Baseball & Chewing Tobacco

I wonder what the target demographic was for this ad?

I wonder what the target demographic was for this ad?

“For thy sake, Tobacco, I Would do anything but die.”

Charles Lamb, A Farewell to Tobacco

Baseball and tobacco have a long history. Since the first baseball cards were in cigarette packs around 1900, tobacco and baseball have had a weird relationship.  I understand why it happens.  Baseball is a sport with a lot of downtime, either waiting in the dugout or standing around waiting for the ball to be hit in your direction. Besides the other “goofing off” activities, using tobacco has been one of those things ball players have used to help pass the time.  As well, it is a very masculine sport.  Men do the most repulsive things sometime to prove their manhood.  Tobacco usage would fall into this repulsive category.  The use smokeless and leaf tobacco has even been glamorized by the media in commercials and movies.  I can still remember seeing a Red Man commercial on television during the early 80’s.  A major league catcher was the spokesperson.  Their slogan was “The Red Man reaction, satisfaction.”  At that age, all I wanted to do was play baseball. This major leaguer would never try to sell me something that could give me cancer, would he?     

            I started using smokeless tobacco at age 18. It was during my last summer of American Legion baseball before I headed to college. I think I’m a relatively intelligent person, but I was obviously stupid enough to start that horrible habit.  I started for the same reasons as everyone else who uses tobacco, peer pressure and wanting to look cool.  My dad was and is a smoker. I grew up hating smoking. I should’ve known better. In some way maybe the smokeless variety seemed less harmful, but it’s not.  My habit turned into a moderate one, about 2 cans per week.  My mouth was feeling like a garbage pit.  I had 2 kids and one on the way.  Kids have a funny way of making us gauge our own mortality.  I want to be around for all of their milestones.  I finally quit, 3 months before my 30th birthday.  I guess I just realized that I needed to be stronger than the nicotine.  I analyzed when I was using tobacco. What situations made me more likely to pull out the tin and have a pinch?  It was during times of STRESS and BOREDOM.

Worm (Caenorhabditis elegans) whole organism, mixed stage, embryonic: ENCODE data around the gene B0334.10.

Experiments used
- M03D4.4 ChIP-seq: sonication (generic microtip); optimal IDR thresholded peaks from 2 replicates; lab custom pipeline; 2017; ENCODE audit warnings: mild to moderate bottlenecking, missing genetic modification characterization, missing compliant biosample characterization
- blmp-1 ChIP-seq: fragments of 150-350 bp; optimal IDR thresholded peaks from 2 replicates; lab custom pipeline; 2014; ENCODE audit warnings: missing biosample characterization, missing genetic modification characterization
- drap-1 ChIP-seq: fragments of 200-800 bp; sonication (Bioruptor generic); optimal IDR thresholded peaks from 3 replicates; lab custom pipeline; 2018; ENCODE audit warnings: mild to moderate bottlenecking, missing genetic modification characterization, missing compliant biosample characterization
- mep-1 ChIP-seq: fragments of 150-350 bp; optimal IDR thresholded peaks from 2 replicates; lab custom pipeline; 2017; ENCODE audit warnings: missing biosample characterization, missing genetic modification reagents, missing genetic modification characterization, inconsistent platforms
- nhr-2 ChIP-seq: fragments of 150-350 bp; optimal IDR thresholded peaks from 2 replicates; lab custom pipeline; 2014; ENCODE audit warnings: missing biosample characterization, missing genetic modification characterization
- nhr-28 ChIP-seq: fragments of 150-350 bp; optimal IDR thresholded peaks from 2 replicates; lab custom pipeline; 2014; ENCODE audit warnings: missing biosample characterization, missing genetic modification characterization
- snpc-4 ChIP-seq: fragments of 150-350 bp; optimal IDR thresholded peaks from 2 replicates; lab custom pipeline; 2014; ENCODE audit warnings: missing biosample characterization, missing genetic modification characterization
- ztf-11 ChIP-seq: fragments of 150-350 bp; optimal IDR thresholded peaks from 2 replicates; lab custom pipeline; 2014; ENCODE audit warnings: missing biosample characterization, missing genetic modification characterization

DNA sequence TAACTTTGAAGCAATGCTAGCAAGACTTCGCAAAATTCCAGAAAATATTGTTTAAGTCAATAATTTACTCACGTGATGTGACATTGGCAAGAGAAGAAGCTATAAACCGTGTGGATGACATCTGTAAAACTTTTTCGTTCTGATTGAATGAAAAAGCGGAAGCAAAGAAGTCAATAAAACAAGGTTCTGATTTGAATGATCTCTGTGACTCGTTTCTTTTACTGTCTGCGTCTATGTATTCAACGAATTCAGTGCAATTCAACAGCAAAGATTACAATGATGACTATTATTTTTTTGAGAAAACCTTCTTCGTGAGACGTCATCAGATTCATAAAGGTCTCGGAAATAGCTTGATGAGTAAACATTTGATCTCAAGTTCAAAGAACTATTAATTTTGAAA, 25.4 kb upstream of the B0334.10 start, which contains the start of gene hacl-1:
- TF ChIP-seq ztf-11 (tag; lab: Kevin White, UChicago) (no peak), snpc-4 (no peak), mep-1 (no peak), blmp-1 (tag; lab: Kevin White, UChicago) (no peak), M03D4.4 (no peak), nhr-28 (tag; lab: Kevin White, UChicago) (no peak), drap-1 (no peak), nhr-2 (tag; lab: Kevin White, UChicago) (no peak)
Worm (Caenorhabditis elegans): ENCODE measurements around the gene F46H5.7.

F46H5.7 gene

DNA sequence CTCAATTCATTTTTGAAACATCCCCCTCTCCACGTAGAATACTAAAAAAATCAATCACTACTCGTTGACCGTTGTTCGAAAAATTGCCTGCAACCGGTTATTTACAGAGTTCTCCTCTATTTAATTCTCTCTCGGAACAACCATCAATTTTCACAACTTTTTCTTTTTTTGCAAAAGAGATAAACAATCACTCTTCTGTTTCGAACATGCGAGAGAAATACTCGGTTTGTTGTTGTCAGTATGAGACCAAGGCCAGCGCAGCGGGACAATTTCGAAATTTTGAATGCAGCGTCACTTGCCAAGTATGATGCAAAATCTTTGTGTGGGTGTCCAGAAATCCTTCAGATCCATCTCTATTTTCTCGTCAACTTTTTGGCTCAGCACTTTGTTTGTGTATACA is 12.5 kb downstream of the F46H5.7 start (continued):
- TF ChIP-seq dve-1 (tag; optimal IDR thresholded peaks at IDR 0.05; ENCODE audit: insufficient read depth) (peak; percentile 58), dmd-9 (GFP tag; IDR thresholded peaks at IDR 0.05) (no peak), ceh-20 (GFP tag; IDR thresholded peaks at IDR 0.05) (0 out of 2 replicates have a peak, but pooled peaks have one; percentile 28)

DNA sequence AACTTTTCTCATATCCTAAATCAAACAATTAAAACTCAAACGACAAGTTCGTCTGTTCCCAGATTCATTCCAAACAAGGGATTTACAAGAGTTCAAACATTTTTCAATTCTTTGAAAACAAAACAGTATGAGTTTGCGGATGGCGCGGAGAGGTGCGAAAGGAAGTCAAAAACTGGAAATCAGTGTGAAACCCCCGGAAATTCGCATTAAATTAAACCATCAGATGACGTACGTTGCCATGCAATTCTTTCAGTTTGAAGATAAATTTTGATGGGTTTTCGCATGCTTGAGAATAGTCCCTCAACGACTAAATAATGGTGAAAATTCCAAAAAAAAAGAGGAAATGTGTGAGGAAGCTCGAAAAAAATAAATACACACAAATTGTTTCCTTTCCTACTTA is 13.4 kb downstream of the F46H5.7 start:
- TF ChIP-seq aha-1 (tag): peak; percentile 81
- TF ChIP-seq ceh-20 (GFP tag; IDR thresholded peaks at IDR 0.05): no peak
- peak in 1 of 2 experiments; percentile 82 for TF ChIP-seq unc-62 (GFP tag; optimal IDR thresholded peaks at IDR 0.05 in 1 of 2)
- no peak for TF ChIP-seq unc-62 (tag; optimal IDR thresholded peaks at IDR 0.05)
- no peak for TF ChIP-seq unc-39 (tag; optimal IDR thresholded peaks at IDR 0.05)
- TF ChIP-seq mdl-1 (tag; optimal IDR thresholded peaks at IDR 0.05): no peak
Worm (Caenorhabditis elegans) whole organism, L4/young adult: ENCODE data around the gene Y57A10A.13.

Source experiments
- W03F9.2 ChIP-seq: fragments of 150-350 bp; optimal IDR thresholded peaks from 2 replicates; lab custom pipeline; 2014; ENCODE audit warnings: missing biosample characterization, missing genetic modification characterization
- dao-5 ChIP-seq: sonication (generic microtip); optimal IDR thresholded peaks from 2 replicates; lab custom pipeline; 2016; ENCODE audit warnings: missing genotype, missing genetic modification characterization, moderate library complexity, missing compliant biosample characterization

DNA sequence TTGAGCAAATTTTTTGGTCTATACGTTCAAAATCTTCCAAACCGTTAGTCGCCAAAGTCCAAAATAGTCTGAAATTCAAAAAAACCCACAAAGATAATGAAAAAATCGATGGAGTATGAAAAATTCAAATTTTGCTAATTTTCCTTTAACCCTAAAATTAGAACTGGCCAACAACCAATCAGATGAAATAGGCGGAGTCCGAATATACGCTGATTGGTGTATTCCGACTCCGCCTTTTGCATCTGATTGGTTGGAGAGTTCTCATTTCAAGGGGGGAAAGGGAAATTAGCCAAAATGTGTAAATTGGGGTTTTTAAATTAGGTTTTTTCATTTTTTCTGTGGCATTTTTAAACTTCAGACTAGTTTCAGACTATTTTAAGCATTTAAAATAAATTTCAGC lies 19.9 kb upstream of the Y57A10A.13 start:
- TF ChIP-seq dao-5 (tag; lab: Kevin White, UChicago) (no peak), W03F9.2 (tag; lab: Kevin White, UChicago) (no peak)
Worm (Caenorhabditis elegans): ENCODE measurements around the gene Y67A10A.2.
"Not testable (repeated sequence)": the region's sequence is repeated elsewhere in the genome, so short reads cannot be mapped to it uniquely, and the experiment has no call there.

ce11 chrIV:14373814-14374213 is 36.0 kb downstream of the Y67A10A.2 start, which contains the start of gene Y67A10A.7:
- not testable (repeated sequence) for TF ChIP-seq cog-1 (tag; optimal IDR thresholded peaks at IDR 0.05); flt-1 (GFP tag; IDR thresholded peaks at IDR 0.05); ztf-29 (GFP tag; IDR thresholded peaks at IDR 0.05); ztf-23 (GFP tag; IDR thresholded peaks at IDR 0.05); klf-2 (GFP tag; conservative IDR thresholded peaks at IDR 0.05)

When I started hiding a small pinch in my mouth at practice and games is when I realized how dumb I was.  Someone was going to notice sooner than later.  I figure from ages 7-21, I had 7 coaches that used tobacco.  I noticed them.  Besides, it was against our state’s athletic rules. What kind of example was I setting for my players? A poor one.  I decided that during the 2003 season, I would be strong enough, mentally, to not bring my habit around my players.  I’m the kind of person that has to be doing something or I get fidgety.  So, I bought gum, beef jerky, and enough sunflower seeds to choke a hog.  So far, so good.  I have to admit, I still desire tobacco, but the desire to do the “non-bush” thing has been stronger.

            The desire for tobacco lingers to this day.  I’ve heard intervention counselor and other experts compare the addiction of nicotine to that of heroin.  In many cases, those experts say the nicotine hook is stronger than heroin.  I believe it.  I’ve shared a recurring dream that I have with other people that have either quit chewing or smoking.  In this dream, I am offered a pinch of Wintergreen Skoal (my favorite!!!).  Of course, I put a little pinch between the cheek and gum. I can actually taste it.  I usually wake up remorseful and then relieved that it was just a dream. The weird thing is that my mouth is actually salivating the way it did when I still chewed Skoal over 6 years ago.  Call me Pavlov’s dog if you want.  The funny thing is the other quitters of nicotine that I’ve shared this with have had similar dreams.